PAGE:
Photo Credit: Jewish Press

There is a story of a man who wanted to be successful. After asking around, he heard about a guru in a far-off town who held the secret to success. He immediately set off to find him, and after weeks of searching, he finally tracked him down and knocked on his door. The guru opened the door, and before the guru could even greet him, he blurted out: “All I want is to be successful. What is the secret to success?” The guru slowly looked him up and down, before saying in a soft voice: “Meet me at the beach tomorrow at 5:00 a.m., and I will tell you the secret to success.”

The man showed up at the beach bright and early the next morning, wearing his best suit. He should have worn his bathing suit, because as soon as the guru saw him, he smiled and said, “Walk into the water.” The man was confused, but after all the trouble he’d gone through to find this guru, he wasn’t about to walk away. He waded into the water until it came up to his knees, with the guru following behind him. “OK,” he said, “I’m in the water. Now can you please tell me how to be successful?” The guru stared back – no expression on his face – and simply said, “Keep walking.” Becoming more and more confused, the man took a few more steps into the ocean. He and the guru were now shoulder deep in the water. He turned back to the guru and said again: “I followed your instructions. Now can you please tell me how to be successful?” Without skipping a beat, the guru repeated: “Keep walking.”


He took a few more steps; he was now nose deep. He was about to turn around once more and ask the guru what was going on, when his head was suddenly forced underneath the water. He realized that the guru had taken hold of his neck and was holding him under the water. The man struggled and fought, but he couldn’t break loose; he couldn’t breathe! He continued fighting but realized that he would soon lose consciousness. Just as his vision began to fade, the guru yanked him up from under the water. The guru held the man’s face parallel to his own and asked, “When you were underwater, what did you want most?”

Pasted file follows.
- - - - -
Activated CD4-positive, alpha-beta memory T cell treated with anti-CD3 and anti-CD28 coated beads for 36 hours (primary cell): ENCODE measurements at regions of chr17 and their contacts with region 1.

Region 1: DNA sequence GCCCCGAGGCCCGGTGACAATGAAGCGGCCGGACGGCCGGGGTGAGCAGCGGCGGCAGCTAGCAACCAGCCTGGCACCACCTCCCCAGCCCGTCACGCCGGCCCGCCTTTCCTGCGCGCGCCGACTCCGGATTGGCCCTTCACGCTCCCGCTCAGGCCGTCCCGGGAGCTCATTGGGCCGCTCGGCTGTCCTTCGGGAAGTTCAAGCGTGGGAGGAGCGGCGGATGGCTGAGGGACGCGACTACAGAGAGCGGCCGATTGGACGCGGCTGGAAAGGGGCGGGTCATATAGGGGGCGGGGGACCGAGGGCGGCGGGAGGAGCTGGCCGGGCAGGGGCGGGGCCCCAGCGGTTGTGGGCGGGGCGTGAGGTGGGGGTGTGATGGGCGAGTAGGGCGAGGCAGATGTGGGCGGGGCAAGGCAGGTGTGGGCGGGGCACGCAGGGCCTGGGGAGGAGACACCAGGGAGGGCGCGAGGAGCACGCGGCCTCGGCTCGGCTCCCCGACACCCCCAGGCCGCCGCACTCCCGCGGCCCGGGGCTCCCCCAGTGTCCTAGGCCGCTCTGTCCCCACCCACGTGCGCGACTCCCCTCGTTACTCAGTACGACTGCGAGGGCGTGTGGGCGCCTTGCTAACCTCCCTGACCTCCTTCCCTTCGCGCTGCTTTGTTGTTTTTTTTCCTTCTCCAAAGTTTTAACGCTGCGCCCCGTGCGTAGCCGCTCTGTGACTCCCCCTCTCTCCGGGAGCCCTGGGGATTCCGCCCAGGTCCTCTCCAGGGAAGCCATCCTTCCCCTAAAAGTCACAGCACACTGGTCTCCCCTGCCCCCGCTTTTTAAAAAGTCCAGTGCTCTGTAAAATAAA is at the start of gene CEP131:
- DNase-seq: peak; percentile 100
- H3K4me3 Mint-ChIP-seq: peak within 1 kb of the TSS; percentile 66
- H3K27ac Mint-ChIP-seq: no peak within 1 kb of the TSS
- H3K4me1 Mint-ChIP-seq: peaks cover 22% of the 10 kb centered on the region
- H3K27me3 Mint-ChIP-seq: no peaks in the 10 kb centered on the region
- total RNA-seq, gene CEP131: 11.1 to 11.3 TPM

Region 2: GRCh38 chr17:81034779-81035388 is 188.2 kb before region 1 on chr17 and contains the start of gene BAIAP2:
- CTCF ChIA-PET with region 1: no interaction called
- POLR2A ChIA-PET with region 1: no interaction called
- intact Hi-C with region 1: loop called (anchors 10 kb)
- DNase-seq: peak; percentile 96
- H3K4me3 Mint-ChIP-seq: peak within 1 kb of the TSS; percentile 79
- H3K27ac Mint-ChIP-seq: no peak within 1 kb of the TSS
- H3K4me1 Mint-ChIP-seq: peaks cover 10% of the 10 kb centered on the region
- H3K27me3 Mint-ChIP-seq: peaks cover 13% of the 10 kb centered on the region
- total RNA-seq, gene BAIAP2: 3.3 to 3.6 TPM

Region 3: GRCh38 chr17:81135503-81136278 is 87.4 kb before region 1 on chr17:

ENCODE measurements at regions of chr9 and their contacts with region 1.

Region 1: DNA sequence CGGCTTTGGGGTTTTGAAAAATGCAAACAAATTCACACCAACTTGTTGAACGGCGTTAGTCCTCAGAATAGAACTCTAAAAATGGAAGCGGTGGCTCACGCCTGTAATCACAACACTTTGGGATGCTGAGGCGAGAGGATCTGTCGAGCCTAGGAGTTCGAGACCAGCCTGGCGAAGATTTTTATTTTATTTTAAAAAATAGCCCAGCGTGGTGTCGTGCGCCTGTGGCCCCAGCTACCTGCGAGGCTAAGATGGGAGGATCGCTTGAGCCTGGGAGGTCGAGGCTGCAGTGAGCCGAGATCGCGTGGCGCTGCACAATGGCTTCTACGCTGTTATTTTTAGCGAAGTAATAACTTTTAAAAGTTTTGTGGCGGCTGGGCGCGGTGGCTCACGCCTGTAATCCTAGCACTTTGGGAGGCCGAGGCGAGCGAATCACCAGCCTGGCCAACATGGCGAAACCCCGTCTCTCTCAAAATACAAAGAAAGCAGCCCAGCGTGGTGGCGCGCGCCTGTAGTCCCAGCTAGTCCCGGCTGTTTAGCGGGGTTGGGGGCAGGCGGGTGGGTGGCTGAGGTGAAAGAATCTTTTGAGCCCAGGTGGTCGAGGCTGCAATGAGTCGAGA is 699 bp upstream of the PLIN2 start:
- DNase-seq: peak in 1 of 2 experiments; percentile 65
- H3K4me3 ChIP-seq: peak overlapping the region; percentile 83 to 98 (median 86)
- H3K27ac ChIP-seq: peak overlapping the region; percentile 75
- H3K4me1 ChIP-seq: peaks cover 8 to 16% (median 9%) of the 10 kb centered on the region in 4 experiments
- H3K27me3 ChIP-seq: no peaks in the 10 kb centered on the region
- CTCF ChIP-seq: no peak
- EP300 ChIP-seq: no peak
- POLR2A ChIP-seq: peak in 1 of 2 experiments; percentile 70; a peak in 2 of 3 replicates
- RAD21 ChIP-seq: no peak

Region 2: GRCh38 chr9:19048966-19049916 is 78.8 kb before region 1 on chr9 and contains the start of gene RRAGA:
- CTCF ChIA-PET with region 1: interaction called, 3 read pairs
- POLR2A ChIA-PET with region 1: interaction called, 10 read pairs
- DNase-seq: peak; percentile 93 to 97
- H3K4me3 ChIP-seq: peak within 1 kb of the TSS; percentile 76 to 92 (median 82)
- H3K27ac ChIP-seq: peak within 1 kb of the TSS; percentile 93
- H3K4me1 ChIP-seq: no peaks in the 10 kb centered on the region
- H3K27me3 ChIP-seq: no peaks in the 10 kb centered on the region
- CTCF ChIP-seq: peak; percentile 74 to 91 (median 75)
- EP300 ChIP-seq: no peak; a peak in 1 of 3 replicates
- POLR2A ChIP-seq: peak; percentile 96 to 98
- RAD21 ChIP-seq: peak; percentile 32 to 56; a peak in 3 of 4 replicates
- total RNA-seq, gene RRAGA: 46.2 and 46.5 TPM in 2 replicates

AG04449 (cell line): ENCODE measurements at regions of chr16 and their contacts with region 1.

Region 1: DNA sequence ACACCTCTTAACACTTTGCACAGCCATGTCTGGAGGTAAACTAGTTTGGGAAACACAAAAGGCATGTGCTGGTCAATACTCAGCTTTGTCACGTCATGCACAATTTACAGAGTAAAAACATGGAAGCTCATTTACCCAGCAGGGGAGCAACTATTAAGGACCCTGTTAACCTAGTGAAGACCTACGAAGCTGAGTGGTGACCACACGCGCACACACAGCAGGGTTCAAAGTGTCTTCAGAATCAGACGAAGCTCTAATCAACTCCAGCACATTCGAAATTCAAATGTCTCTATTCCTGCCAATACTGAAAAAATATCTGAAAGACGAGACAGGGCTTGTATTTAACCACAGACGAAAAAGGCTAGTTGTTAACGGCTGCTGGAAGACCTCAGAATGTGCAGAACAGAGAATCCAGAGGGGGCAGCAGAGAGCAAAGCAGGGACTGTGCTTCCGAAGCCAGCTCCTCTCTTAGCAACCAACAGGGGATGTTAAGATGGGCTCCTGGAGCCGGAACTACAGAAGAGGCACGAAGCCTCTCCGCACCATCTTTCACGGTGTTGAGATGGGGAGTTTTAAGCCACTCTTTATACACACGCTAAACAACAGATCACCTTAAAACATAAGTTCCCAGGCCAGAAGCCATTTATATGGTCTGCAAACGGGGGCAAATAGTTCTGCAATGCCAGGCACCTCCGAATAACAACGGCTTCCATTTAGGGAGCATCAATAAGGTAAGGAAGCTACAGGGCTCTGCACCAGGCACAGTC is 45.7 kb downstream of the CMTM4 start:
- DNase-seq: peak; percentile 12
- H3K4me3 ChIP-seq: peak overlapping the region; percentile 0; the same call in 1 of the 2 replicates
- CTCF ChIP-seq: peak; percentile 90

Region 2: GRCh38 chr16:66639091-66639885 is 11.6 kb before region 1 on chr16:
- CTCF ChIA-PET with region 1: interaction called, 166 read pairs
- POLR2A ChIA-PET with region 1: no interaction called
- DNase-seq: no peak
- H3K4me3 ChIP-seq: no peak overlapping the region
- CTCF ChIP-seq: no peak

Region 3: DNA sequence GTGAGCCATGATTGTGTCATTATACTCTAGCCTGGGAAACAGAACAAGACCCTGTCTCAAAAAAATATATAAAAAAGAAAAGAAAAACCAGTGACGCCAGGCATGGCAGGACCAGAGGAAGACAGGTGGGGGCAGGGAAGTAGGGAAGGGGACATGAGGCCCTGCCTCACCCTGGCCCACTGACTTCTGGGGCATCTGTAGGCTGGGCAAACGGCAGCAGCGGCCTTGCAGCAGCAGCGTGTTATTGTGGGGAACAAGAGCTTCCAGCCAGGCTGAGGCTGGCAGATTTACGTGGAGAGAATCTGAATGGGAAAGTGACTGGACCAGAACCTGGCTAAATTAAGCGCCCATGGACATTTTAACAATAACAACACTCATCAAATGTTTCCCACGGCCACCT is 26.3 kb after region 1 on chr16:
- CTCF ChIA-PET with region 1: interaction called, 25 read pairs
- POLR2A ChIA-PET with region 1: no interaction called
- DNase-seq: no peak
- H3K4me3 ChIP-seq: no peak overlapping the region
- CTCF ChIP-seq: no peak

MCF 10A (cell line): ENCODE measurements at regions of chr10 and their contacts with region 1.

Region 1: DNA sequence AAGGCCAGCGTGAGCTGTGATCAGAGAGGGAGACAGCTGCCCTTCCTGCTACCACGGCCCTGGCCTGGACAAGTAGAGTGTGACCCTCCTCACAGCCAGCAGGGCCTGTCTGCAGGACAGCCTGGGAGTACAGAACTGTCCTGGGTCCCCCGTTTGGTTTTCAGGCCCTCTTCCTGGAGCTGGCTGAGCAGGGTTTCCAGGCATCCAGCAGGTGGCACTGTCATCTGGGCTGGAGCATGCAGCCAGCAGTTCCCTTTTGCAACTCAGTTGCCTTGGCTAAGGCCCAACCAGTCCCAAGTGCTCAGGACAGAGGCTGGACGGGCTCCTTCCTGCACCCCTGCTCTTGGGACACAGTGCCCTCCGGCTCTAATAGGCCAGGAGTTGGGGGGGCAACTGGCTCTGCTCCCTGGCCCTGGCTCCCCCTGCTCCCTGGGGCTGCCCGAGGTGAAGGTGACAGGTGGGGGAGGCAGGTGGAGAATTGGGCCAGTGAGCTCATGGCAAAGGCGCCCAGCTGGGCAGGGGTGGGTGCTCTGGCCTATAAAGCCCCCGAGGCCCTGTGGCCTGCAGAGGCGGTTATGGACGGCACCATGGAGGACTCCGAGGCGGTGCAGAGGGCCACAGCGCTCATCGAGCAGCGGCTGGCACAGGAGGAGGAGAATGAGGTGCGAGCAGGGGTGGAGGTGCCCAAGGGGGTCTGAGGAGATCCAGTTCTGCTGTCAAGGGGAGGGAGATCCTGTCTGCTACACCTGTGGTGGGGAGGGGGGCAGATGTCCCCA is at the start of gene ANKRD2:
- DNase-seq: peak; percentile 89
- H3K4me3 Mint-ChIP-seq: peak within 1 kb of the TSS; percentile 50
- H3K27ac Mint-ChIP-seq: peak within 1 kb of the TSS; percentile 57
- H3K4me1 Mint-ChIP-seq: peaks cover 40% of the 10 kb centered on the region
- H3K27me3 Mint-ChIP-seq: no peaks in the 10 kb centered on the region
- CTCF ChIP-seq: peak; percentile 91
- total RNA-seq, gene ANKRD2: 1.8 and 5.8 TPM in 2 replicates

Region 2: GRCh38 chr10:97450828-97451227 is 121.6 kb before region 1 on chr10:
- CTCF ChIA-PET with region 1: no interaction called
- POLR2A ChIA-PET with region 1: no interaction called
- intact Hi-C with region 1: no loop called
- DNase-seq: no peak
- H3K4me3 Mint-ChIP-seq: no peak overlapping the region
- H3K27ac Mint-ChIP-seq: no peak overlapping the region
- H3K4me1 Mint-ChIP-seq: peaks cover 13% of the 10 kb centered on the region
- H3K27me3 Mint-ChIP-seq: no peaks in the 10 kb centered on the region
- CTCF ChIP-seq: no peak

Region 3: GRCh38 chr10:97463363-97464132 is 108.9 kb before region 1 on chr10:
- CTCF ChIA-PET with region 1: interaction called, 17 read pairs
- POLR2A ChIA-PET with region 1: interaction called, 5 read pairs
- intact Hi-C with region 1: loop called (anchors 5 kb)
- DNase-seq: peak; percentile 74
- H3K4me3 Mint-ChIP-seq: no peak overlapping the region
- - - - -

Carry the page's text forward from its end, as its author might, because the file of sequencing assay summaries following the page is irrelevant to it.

The man replied, “All I wanted was to breathe!”

The guru stared deep into his eyes and said: “When you want to succeed as much as you want to breathe, then you will be successful.”


The Power of Ratzon

Desire, the most powerful human faculty, lies at the very root of the human being. The Ramchal, Rav Chaim of Volozhin, and other Jewish thinkers explain that what you want is who you are. And yet, we seem to have conflicting wants. On the one hand, we each have a deep yearning to transcend our limitations, to expand beyond our current state, to connect to something infinite, spiritual, beyond this world. Yet, at the same time, human beings have a deep craving for the most mundane, physical, and transient pleasures. Which of these is our true desire, our true ratzon?

  • Perhaps, at root, we are purely spiritual, and our pull toward earthly things is simply a corruption of our true nature.
  • Or maybe we are simply physical beings, and our pull toward physicality is a reflection of our limited nature.

But perhaps we are more than either of these drives. Maybe our deepest root, our deepest desire, is connected to both the spiritual and the physical. This leads us to an important question: What is the meaning and purpose of our desire for physicality, and how does it relate to our drive for spirituality?


Im Lavan Garti

When Yaakov reunites with Eisav after living with Lavan, he proclaims: “Im Lavan garti – with Lavan I have lived” (Bereishis 32:5). Rashi explains this statement to mean that Yaakov maintained all of his learning and mitzvah observance while living in Lavan’s household. Lavan was a crooked, manipulative cheat, and living in his household was a stark departure from the honesty and righteousness of Yitzchak’s household, thus posing a potential challenge to Yaakov’s spiritual vitality. Therefore, it was a tremendous accomplishment for Yaakov to maintain his spiritual growth while living in Lavan’s house for twenty years. How did he accomplish such a feat?

If we trace our way back to Yaakov’s journey from his parents’ home, we’ll recall that he spent fourteen years learning in the Yeshiva of Shem and Ever between leaving his parents’ home and arriving at Lavan’s domain (see Rashi, Bereishis 28:11 and Bereishis Rabbah 68:11). Why was this time necessary? Yaakov had spent his entire life surrounded by the Torah and values of Yitzchak and Avraham. Shouldn’t this have been enough to prepare him for the trials and tribulations that he would face in the house of Lavan? What did Shem and Ever offer that Yaakov had not already received from Avraham and Yitzchak?


Avraham’s Gift to the World